I spent too much money on a short trip to Minnesota this past week. It was the first time I have been away from home any length of time since the surgery. It was partly a test: to see if I was up to traveling, to dealing with changing the ostomy bag when away from home, with lots of physical exertion when on the road, and so forth. I stayed at a best friend's place in Minneapolis, which was a safe place for all this pushing at my limits. I spent one entire day at the Minnesota State Fair, walking and making photos, and taking in the sights and sounds. And a bit of healthy eating; which you can do at the Fair if you pay attention and take your time. I spent another afternoon wandering with friends around the Renaissance Festival outside of the Twin Cities, which was another test of physical prowess. I got home after the long drive, and only then was I really exhausted. So this was a good trip, I enjoyed myself for the most part, I had fun with friends, and I wasn't overly tired. If anything, my energy is returning strongly enough that it's getting harder to tire myself out. And I spent too much money.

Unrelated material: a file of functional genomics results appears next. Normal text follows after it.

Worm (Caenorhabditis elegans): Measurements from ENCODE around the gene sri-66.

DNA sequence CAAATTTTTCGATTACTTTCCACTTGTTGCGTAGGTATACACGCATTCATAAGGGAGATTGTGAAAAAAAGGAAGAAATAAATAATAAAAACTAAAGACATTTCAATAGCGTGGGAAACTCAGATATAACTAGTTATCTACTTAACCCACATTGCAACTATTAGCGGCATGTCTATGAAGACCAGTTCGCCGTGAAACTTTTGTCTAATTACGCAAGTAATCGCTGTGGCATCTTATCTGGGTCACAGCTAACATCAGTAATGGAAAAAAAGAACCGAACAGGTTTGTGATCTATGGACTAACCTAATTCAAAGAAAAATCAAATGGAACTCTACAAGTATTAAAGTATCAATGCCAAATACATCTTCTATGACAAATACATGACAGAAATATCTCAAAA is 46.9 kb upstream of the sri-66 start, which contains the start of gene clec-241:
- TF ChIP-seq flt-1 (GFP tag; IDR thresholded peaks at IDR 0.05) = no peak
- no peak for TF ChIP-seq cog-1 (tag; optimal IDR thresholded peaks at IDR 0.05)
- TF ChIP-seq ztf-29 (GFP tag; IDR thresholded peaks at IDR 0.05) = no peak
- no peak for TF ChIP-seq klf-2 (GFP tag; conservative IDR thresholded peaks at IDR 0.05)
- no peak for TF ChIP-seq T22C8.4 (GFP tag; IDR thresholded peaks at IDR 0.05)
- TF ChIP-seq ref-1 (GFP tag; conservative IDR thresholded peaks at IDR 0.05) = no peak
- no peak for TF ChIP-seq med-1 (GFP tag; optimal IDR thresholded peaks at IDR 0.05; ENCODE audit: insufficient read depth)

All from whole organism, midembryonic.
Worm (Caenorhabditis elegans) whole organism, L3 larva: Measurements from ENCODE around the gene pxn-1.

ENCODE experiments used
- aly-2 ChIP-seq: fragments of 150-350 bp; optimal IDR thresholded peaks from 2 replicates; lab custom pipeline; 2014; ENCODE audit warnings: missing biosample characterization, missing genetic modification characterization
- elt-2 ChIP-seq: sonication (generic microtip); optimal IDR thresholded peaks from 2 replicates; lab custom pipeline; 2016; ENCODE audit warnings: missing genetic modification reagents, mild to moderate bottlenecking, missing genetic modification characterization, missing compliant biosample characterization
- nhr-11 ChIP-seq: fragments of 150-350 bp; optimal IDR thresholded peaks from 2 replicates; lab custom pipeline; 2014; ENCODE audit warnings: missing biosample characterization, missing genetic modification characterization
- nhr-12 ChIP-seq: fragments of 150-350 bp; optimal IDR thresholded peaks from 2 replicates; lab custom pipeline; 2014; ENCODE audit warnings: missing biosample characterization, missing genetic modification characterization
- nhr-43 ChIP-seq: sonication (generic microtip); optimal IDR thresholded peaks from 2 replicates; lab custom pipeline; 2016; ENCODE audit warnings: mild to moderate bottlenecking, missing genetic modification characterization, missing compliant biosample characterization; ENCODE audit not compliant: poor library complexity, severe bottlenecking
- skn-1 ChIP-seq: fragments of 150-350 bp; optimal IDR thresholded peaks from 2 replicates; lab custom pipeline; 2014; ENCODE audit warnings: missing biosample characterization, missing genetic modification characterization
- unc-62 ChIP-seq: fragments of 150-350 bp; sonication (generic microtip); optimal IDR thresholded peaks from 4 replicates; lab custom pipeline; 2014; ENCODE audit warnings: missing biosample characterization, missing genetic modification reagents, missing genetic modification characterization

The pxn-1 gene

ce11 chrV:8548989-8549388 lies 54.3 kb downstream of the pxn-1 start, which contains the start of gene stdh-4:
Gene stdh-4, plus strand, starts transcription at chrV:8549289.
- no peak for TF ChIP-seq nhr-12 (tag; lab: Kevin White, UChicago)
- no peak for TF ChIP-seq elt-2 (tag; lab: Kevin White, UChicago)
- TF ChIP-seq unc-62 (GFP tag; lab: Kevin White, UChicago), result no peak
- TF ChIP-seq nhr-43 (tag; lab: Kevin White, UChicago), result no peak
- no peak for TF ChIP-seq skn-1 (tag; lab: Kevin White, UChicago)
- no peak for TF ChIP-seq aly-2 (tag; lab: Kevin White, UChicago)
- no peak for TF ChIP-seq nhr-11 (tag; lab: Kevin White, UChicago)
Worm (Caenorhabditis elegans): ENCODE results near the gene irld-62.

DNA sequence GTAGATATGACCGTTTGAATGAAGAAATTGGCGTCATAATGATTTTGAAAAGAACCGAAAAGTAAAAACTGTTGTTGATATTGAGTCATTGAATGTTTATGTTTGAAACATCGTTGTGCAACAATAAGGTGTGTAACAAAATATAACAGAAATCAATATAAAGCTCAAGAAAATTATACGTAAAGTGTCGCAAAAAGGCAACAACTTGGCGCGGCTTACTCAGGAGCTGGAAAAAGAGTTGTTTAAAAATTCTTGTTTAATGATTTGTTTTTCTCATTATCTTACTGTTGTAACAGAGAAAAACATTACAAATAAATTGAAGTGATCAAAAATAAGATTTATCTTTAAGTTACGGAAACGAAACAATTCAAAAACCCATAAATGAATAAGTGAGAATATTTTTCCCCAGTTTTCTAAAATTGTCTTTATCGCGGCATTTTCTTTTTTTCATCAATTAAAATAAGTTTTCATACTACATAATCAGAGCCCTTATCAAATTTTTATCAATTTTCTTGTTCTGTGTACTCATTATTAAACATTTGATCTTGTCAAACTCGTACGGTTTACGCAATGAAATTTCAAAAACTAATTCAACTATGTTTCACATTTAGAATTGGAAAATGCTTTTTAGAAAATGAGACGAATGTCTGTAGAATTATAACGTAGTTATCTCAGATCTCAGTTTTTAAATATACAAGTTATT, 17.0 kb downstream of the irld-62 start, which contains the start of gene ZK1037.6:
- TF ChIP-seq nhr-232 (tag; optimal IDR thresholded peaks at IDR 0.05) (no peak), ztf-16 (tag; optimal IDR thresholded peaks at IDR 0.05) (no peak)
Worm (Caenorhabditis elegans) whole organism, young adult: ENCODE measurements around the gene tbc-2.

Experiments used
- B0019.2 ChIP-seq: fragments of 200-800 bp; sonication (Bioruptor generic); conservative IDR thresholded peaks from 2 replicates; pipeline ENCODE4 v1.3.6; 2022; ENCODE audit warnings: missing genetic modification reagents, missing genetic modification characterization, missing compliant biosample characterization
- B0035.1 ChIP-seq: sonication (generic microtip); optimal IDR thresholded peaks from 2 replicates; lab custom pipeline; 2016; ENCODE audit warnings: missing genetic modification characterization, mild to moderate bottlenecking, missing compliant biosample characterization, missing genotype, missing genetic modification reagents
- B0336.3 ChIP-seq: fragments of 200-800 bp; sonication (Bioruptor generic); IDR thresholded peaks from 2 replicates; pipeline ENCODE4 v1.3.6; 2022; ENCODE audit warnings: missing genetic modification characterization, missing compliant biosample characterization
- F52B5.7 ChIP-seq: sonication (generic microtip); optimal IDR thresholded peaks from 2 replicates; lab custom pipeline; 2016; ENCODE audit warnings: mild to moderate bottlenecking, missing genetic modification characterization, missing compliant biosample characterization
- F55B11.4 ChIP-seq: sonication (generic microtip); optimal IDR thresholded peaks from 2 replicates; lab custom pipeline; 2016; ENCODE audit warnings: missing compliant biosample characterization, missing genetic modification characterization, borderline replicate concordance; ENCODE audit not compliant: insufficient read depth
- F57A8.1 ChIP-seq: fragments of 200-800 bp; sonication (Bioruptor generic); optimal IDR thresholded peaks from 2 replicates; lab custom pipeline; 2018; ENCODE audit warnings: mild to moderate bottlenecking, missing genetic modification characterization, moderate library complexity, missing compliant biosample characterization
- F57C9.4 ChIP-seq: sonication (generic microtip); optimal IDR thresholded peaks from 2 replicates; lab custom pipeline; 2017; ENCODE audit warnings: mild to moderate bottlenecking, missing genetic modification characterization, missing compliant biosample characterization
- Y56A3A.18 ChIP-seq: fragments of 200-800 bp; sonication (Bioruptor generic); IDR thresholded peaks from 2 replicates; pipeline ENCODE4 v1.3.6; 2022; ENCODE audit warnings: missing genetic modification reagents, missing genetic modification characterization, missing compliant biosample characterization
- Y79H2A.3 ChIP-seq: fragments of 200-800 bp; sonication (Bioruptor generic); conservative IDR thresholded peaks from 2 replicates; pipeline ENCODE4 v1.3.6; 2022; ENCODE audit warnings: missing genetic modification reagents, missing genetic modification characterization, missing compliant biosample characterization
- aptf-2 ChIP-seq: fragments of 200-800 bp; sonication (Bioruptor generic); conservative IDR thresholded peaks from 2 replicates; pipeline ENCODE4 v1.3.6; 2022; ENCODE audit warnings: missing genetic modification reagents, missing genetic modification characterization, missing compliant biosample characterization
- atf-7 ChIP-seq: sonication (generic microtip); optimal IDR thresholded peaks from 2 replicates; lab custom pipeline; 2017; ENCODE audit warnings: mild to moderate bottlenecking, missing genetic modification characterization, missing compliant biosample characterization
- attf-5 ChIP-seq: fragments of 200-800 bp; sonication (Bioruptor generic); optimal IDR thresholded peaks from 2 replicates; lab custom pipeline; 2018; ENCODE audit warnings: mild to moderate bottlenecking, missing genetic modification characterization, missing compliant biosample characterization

But then, it was one of those trips where I knew I would be going to places where I would be tempted to purchase, so I did budget for the spending. And some of that shopping was every-two-years shopping, not on impulse but planned. I needed a new belt for my pants, which I like to get at one particular leather-work vendor at the Ren Fest, for several reasons, mostly because of quality and durability.
I did a little thrift store shopping on the trips up and back, as I knew I would have to stop regularly when driving to give my body a chance to stretch and relax. I haven't driven like this for months, and I knew it would be a good way to unwind. So I stopped at some places I used to frequent, and didn't stop at others.
One of the books I found on one of my stops was The Wild Braid: A poet reflects on a century in the garden, by Stanley Kunitz, with Genine Lentine. This is a poet who has always gardened, who ahs lived a full century and more, who has always written poems in and about the garden, and who I feel has often had wisdom to pass on. Wisdom not only about writing, but about life.
During the preparation and process of this book, which was instigated by Genine Lentine as a series of interviews and excerpts from Kunitz's published and unpublished writings, Kunitz fell mysteriously ill, and as mysteriously recovered. This is what he says about that episode, words which resonate strongly with my own recent experience of surgery and recovery: